Karzai Thanks Americans for Support to Afghanistan
By Jim Garamone
American Forces Press Service
WASHINGTON, June 14, 2004 Afghan President Hamid Karzai stood before the stained plaque marking the impact site of the jetliner that hit the Pentagon on Sept. 11, 2001, and thanked the American people for their support of his country.
Karzai met with Defense Secretary Donald H. Rumsfeld. The president will meet with other administration officials including President Bush June 15, and is scheduled to address a joint session of Congress.
Karzai said the setting of the news conference reminded him "that we must together the whole mankind work toward the complete defeat of terrorism around the world."
He said terrorists must not be allowed to kill or prevent progress in Afghanistan or to kill people in America. He thanked the American people for their support, and said he is in America "to express to them what we have achieved, our difficulties and our way forward."
The Afghan president said he doesn't think his country's being overshadowed by Iraq. "There was a fear just before operations began in Iraq that Afghanistan might be forgotten, but fortunately for us that did not happen," he said. "The attention of the United States remained on Afghanistan, and we saw there was an increased attention last year and this year."
Karzai pointed to more funding for operations in the country, increased reconstruction aid, more training, and equipment funding for the Afghan police and army.
Rumsfeld praised Karzai's leadership, saying that he has seen improvements each time he has visited Afghanistan. He said under the Taliban, Afghanistan was a police state that banned basic freedoms, treated women in inhumane ways and served as a haven for Osama bin Laden and al Qaeda. "Today, Afghanistan is a member of the community of free nations," the secretary said. "The government is taking an increasing role in providing its own security."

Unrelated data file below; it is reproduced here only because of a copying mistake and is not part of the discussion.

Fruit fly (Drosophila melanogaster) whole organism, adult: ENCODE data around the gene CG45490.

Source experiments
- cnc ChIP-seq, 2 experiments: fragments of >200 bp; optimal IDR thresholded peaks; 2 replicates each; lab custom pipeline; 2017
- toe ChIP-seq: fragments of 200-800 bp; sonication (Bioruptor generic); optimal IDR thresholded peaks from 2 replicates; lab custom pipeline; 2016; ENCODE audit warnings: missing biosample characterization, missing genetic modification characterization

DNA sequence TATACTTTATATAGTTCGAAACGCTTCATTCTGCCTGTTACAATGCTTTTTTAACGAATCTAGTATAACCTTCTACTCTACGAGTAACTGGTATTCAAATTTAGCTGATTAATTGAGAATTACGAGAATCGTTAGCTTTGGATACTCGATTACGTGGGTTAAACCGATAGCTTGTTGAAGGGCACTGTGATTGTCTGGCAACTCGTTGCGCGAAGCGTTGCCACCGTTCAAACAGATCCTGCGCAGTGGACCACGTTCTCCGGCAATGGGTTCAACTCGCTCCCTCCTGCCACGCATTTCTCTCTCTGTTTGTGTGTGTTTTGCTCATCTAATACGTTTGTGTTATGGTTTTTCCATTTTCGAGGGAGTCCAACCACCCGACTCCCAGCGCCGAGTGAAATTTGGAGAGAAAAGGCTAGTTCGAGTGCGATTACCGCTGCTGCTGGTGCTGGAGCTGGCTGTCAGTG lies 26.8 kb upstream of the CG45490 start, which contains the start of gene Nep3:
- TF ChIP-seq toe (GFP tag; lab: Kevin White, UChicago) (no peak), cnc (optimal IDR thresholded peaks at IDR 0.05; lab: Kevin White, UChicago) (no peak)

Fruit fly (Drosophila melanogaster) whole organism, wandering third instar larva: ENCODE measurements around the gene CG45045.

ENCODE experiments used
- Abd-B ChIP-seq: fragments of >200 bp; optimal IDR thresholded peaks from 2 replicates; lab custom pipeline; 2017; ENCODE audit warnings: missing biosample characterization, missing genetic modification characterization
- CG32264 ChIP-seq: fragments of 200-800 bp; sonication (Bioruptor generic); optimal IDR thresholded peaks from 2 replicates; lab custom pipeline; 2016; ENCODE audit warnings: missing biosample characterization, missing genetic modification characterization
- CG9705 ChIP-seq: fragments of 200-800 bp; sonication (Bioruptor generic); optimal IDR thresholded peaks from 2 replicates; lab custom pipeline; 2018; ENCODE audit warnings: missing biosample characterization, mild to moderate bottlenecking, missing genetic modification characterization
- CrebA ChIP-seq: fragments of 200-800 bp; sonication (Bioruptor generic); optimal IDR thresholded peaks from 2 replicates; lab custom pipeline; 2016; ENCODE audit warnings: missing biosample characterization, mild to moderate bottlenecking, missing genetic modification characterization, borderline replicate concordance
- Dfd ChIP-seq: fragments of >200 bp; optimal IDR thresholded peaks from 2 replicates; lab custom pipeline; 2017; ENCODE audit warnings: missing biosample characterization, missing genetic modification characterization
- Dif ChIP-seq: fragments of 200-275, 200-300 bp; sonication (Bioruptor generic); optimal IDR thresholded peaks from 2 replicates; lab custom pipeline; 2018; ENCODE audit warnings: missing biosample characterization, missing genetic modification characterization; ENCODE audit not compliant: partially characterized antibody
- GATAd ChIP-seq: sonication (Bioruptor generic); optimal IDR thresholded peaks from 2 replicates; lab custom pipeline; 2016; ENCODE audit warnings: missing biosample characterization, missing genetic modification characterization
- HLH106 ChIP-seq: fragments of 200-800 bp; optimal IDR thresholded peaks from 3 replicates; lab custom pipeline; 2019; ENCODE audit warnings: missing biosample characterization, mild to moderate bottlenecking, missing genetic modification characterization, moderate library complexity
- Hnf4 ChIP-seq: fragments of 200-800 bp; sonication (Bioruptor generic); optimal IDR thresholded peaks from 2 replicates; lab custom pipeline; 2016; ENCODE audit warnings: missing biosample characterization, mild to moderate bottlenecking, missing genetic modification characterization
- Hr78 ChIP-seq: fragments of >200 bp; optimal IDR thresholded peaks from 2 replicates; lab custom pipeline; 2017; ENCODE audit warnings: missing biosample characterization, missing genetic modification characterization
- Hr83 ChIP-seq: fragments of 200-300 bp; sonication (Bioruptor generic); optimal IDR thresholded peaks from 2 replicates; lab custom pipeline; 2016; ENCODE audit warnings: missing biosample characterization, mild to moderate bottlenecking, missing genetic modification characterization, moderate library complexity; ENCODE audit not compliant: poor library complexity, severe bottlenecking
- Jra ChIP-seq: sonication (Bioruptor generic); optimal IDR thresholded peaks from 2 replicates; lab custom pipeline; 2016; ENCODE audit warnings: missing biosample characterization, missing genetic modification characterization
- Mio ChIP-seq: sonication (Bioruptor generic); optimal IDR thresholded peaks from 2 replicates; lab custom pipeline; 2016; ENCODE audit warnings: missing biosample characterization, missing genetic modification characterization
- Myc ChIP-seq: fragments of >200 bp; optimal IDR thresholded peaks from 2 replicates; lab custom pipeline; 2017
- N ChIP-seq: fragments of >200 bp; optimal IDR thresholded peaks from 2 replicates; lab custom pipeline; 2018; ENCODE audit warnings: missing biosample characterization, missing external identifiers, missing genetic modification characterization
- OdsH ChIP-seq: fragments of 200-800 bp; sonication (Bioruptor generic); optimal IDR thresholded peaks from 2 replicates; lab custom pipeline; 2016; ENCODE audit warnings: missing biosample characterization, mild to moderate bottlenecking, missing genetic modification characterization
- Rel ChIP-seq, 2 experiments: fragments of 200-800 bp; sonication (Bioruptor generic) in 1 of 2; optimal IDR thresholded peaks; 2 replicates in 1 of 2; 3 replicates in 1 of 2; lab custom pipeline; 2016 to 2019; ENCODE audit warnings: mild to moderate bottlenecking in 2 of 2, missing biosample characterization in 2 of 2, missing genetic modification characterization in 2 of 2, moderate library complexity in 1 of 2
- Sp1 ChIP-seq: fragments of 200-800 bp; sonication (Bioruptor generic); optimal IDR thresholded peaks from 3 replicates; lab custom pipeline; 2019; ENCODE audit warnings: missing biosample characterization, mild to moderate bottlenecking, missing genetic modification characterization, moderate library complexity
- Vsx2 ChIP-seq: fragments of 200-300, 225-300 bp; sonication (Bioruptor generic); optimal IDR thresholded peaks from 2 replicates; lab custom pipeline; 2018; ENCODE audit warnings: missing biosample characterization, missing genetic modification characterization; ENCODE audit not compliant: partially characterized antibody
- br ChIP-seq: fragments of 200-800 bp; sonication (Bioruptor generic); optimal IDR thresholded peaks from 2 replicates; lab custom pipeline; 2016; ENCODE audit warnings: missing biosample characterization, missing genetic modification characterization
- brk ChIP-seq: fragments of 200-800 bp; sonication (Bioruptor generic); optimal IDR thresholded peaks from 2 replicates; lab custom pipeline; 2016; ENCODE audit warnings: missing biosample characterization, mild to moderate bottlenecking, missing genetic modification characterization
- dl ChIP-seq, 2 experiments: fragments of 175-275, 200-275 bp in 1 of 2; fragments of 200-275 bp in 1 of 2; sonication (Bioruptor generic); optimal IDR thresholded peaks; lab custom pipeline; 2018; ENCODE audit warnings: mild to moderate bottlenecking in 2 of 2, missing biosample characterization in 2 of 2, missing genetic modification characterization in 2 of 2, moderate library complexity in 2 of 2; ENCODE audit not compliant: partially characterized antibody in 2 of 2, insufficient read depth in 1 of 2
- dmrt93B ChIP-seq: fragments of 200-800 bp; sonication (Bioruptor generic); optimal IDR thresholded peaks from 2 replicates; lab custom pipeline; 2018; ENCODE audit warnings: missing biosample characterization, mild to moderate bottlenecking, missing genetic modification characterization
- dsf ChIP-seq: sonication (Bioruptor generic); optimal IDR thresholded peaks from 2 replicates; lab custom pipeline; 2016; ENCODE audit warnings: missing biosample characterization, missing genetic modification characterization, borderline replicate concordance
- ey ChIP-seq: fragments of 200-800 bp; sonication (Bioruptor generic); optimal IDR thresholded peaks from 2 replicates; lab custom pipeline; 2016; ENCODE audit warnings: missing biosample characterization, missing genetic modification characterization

There are now 20 battalions in the new Afghan National Army and more than 12,500 members of the Afghan National Police. Some 18,000 U.S. service members are in Afghanistan, along with 2,000 soldiers of other coalition countries. More than 5,000 more soldiers under NATO control make up the International Security Assistance Force in the national capital of Kabul.
NATO has promised to expand ISAF outside the capital, a goal of the alliance for some time. Karzai said he hopes that expansion will happen soon.
Rumsfeld said the coalition's provincial reconstruction teams are working with the central and provincial governments to extend the control of the central government.
Construction of the "Ring Road" in Afghanistan is well along, Rumsfeld continued. The section between Kabul and Kandahar opened last year. It cut travel time between Afghanistan's two largest cities by 75 percent. The road will help the country facilitate commerce, enhance security, help attract foreign investment and better unify the country, the secretary said.
Finally, the country has a constitution and will have free elections, which are set for September. "The movement to democracy is always difficult," Rumsfeld said. He said this is especially so in a country that endured Soviet occupation, 23 years of war, five years of Taliban government and seven years of drought.